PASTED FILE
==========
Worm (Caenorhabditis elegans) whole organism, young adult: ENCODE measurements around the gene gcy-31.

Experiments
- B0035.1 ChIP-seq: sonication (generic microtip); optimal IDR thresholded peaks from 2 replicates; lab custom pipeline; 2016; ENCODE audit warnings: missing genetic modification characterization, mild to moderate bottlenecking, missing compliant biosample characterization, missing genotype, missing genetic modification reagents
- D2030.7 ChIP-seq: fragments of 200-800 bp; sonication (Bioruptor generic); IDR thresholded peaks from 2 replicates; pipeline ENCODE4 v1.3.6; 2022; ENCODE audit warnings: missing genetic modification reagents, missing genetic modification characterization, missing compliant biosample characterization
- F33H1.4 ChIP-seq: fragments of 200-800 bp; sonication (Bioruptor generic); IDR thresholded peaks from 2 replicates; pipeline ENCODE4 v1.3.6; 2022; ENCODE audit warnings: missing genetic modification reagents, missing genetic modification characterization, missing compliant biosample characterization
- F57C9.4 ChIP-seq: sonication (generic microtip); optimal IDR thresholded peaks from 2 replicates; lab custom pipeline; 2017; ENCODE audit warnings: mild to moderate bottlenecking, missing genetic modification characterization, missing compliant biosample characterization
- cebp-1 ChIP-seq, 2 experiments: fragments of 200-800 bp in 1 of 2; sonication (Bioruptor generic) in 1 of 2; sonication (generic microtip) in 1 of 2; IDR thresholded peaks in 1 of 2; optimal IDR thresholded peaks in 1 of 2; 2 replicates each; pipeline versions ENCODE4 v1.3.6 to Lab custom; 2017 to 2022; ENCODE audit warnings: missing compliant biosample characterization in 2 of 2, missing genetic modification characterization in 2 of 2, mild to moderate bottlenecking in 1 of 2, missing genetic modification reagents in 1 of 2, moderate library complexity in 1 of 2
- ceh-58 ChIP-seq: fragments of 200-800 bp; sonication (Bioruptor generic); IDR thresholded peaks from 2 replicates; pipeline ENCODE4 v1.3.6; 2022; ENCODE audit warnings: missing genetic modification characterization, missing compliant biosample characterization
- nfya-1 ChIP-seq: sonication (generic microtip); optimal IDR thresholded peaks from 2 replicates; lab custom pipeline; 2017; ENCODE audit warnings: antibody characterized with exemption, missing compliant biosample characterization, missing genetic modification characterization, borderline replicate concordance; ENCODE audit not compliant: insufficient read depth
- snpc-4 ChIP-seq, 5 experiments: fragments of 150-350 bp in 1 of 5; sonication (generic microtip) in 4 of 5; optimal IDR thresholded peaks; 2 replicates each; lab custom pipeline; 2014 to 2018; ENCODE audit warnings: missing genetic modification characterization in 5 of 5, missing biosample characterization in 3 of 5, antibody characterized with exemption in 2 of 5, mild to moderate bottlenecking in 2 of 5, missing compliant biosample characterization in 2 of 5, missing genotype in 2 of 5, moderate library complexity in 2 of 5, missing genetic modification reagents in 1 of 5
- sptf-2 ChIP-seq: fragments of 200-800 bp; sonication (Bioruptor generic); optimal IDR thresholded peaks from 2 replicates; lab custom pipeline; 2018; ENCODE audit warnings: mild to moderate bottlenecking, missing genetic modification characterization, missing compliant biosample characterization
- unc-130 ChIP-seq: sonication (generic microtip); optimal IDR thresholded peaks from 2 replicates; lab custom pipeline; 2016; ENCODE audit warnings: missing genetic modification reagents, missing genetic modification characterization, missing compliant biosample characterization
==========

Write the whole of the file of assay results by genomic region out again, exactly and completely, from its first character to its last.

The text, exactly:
Worm (Caenorhabditis elegans) whole organism, young adult: ENCODE measurements around the gene gcy-31.

Experiments
- B0035.1 ChIP-seq: sonication (generic microtip); optimal IDR thresholded peaks from 2 replicates; lab custom pipeline; 2016; ENCODE audit warnings: missing genetic modification characterization, mild to moderate bottlenecking, missing compliant biosample characterization, missing genotype, missing genetic modification reagents
- D2030.7 ChIP-seq: fragments of 200-800 bp; sonication (Bioruptor generic); IDR thresholded peaks from 2 replicates; pipeline ENCODE4 v1.3.6; 2022; ENCODE audit warnings: missing genetic modification reagents, missing genetic modification characterization, missing compliant biosample characterization
- F33H1.4 ChIP-seq: fragments of 200-800 bp; sonication (Bioruptor generic); IDR thresholded peaks from 2 replicates; pipeline ENCODE4 v1.3.6; 2022; ENCODE audit warnings: missing genetic modification reagents, missing genetic modification characterization, missing compliant biosample characterization
- F57C9.4 ChIP-seq: sonication (generic microtip); optimal IDR thresholded peaks from 2 replicates; lab custom pipeline; 2017; ENCODE audit warnings: mild to moderate bottlenecking, missing genetic modification characterization, missing compliant biosample characterization
- cebp-1 ChIP-seq, 2 experiments: fragments of 200-800 bp in 1 of 2; sonication (Bioruptor generic) in 1 of 2; sonication (generic microtip) in 1 of 2; IDR thresholded peaks in 1 of 2; optimal IDR thresholded peaks in 1 of 2; 2 replicates each; pipeline versions ENCODE4 v1.3.6 to Lab custom; 2017 to 2022; ENCODE audit warnings: missing compliant biosample characterization in 2 of 2, missing genetic modification characterization in 2 of 2, mild to moderate bottlenecking in 1 of 2, missing genetic modification reagents in 1 of 2, moderate library complexity in 1 of 2
- ceh-58 ChIP-seq: fragments of 200-800 bp; sonication (Bioruptor generic); IDR thresholded peaks from 2 replicates; pipeline ENCODE4 v1.3.6; 2022; ENCODE audit warnings: missing genetic modification characterization, missing compliant biosample characterization
- nfya-1 ChIP-seq: sonication (generic microtip); optimal IDR thresholded peaks from 2 replicates; lab custom pipeline; 2017; ENCODE audit warnings: antibody characterized with exemption, missing compliant biosample characterization, missing genetic modification characterization, borderline replicate concordance; ENCODE audit not compliant: insufficient read depth
- snpc-4 ChIP-seq, 5 experiments: fragments of 150-350 bp in 1 of 5; sonication (generic microtip) in 4 of 5; optimal IDR thresholded peaks; 2 replicates each; lab custom pipeline; 2014 to 2018; ENCODE audit warnings: missing genetic modification characterization in 5 of 5, missing biosample characterization in 3 of 5, antibody characterized with exemption in 2 of 5, mild to moderate bottlenecking in 2 of 5, missing compliant biosample characterization in 2 of 5, missing genotype in 2 of 5, moderate library complexity in 2 of 5, missing genetic modification reagents in 1 of 5
- sptf-2 ChIP-seq: fragments of 200-800 bp; sonication (Bioruptor generic); optimal IDR thresholded peaks from 2 replicates; lab custom pipeline; 2018; ENCODE audit warnings: mild to moderate bottlenecking, missing genetic modification characterization, missing compliant biosample characterization
- unc-130 ChIP-seq: sonication (generic microtip); optimal IDR thresholded peaks from 2 replicates; lab custom pipeline; 2016; ENCODE audit warnings: missing genetic modification reagents, missing genetic modification characterization, missing compliant biosample characterization